Be kind: It leads to positive feelings, self-esteem, optimism and feeling connected. Giving regularly improves our sense of self-worth and life satisfaction. As little as one positive act a week can lead to more happiness, which in turn creates a positive feedback loop making it more likely for us to do another.

Think positive and optimistically: Optimism can be learned and can fuel your motivation. Seeing obstacles as challenges and set backs as temporary external events rather than personal failures helps us persevere. In order to achieve anything, optimism is not merely desirable, but necessary. Martin Seligman wrote a book “Learned optimism”; it’s worth the read.

Practicing what we preach i.e. living our value of health and wellness is grounded in good science and common sense. Being able to respond to your experiences with more compassion, greater flexibility, cognitive ability, skill, support and resilience will ensure you survive, learn to cope and ultimately grow and thrive from work and life experience. Healthy lifestyles lead to greater satisfaction personally and professionally.  People who themselves lead healthy lifestyle are more likely to influence others to do the same. It’s win win. From an organizational perspective we don’t just want you to have a good experience and be well, we need you to. More now than ever Canada needs healthy people and communities.   

It seems apt to end with a quote from the pioneering Canadian physician Sir William Osler who said, ”The future is now”.  Your future is now. Embrace and enjoy it.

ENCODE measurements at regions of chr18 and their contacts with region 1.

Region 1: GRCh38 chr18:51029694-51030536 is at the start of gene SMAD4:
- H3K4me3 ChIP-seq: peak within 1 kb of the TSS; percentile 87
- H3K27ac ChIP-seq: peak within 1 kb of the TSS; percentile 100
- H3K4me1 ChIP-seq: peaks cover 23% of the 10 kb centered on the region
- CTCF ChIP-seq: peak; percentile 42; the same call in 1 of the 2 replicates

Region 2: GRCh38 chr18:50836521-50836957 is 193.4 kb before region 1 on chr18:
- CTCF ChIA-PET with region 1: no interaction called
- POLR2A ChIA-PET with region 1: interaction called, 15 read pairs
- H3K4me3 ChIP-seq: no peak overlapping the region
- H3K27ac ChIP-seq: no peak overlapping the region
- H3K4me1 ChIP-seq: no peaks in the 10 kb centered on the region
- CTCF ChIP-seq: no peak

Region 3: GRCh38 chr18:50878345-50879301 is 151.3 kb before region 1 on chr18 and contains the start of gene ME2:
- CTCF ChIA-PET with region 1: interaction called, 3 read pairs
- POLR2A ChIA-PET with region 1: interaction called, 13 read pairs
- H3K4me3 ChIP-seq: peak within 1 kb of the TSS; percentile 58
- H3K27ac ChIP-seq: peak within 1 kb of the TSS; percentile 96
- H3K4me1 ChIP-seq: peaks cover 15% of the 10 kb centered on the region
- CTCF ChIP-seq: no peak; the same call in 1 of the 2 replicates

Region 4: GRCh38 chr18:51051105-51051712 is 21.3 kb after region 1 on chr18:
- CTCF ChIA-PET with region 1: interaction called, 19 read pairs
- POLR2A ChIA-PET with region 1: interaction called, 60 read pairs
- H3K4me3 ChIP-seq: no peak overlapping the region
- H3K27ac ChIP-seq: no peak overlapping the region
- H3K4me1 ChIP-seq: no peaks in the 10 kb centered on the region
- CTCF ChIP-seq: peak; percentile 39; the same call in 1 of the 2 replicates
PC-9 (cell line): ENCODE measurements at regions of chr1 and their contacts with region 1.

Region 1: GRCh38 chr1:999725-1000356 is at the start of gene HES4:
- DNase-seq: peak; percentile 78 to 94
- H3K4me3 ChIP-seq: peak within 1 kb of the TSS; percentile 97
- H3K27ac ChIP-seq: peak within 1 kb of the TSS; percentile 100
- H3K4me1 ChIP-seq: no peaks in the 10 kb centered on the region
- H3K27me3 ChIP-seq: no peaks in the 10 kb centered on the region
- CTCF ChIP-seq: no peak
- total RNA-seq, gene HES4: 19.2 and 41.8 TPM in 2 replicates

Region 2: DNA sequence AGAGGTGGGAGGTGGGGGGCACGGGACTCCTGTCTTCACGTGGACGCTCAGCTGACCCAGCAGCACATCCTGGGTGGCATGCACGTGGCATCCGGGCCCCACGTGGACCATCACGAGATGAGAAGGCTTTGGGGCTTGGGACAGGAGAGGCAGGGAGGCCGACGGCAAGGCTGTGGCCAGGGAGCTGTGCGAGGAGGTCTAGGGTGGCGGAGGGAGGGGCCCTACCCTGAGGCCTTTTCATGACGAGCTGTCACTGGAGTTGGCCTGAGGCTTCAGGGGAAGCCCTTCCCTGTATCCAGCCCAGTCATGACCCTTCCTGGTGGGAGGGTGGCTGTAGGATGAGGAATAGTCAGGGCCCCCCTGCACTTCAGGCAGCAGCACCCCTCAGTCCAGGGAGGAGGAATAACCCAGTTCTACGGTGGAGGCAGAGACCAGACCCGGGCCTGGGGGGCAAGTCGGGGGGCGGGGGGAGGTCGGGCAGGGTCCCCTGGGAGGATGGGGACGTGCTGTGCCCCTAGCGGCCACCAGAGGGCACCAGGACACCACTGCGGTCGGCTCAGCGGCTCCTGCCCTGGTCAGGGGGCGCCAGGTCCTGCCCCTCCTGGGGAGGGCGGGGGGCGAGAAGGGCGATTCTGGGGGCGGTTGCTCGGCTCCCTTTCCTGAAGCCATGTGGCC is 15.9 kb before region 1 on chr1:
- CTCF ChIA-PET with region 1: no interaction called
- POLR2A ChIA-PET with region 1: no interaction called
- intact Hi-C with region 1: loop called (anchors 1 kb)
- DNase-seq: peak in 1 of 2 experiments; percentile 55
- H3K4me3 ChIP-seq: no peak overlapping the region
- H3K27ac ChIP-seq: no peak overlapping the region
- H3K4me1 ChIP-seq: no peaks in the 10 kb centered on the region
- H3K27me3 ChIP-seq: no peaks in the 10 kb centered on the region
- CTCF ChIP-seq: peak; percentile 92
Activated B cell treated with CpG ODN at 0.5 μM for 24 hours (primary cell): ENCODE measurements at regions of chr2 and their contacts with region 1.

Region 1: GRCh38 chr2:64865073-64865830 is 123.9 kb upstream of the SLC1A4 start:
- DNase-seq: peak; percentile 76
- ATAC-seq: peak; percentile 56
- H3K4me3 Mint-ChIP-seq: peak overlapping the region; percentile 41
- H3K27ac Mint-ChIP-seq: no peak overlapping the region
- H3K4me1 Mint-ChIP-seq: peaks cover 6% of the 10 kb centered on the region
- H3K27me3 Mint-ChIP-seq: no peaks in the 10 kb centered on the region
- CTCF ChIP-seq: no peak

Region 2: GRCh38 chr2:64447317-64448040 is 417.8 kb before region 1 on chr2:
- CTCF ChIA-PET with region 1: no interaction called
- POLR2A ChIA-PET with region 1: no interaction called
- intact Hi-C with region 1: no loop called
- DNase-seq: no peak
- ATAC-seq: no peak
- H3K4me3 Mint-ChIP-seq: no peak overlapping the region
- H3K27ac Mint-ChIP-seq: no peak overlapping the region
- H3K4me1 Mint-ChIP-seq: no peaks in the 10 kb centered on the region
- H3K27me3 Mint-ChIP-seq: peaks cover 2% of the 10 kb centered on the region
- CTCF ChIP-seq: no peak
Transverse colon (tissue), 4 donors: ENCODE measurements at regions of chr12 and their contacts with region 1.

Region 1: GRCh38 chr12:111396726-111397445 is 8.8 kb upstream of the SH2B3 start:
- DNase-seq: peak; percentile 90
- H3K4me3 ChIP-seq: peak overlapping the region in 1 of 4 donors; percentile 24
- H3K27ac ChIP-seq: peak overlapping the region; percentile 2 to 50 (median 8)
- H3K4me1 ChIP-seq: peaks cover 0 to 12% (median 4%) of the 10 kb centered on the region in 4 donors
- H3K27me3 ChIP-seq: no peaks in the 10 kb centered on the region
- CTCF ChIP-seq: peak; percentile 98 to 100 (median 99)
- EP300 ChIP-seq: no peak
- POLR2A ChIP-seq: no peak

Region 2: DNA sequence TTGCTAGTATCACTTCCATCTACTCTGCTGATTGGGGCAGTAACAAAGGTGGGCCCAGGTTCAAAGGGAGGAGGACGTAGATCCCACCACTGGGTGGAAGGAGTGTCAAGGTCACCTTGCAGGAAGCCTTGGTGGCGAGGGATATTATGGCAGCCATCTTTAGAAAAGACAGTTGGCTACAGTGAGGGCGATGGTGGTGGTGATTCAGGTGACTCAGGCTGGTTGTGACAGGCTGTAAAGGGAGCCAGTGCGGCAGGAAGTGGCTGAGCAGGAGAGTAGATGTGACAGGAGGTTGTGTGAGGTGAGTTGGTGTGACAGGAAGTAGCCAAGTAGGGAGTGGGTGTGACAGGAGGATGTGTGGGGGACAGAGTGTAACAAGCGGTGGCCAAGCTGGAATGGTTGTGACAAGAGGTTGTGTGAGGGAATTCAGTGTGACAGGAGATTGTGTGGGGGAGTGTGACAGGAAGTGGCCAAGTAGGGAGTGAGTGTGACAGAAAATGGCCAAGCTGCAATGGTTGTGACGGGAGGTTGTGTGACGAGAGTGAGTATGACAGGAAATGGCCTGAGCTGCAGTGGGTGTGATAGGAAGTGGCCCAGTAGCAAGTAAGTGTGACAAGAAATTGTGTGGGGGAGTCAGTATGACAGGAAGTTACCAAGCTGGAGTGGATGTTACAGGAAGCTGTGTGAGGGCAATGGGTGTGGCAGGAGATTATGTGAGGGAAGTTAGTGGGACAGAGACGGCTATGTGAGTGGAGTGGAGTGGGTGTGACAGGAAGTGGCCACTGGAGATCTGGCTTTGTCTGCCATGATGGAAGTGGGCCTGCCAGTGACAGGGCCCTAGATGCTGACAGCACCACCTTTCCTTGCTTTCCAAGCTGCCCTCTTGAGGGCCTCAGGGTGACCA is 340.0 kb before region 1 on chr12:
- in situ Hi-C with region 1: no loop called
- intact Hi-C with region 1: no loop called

Dr. Maria Patriquin MD CCFP  www.practicewithpurpose

Living Well Integrative Health Center, founder                                                                                                                                                     Association for Positive Psychiatry of Canada, founding & board member.
Physician Lead: Group Medical Visits CHTeams/NSHA
Mental Health Committee Atlantic Canada Representative, CFPC
2016 PMH Care and Compassion Grant CFPC: Submit your story to
Assistant professor Dalhousie University Department of Family Medicine                                                                                                                                                 Collaborative Working Group on Shared Metal Health Care, CFPC                                                                                                                                                                Editorial Advisory Board, Canadian Family Physician
Canadian Pediatric Society Strategic Mental Health Task Force                                         

Promoting compassion, communication and collaboration in health care.